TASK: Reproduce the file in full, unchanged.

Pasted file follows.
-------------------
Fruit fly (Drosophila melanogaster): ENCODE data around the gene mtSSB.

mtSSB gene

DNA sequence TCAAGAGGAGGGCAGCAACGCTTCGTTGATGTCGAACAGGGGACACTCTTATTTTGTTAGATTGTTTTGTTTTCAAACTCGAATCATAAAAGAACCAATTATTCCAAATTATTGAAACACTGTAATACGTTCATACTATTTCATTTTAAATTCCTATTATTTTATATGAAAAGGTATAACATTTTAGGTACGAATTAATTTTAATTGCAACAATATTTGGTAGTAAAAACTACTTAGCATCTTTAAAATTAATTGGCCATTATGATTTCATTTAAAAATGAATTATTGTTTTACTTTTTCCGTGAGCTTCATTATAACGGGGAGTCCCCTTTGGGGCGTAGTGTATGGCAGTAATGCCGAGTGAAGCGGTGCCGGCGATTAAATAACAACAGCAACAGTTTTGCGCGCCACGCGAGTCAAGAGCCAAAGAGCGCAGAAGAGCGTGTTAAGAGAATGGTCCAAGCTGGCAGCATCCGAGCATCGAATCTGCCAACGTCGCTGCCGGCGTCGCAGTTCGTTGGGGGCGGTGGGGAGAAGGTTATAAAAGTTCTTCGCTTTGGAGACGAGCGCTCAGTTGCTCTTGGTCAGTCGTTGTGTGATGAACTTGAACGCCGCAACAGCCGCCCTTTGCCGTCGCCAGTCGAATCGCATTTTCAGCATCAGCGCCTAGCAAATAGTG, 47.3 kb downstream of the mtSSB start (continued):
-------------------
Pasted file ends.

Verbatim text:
Fruit fly (Drosophila melanogaster): ENCODE data around the gene mtSSB.

mtSSB gene

DNA sequence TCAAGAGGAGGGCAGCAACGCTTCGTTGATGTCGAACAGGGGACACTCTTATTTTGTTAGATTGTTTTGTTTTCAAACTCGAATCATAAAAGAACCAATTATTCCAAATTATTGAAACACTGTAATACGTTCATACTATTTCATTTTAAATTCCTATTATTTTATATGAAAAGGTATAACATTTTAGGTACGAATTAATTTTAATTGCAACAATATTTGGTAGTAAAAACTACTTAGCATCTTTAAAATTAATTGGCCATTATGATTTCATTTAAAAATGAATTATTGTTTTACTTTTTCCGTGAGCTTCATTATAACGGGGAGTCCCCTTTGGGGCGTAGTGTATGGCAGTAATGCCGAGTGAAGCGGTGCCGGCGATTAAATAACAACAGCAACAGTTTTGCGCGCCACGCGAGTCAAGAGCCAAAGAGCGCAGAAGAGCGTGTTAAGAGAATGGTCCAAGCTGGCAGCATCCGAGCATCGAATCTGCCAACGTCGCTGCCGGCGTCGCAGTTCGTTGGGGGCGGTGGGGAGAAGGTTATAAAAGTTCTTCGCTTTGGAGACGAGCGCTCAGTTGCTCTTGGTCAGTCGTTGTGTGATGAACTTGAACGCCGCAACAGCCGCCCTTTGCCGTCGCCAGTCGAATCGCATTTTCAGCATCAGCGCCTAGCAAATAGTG, 47.3 kb downstream of the mtSSB start (continued):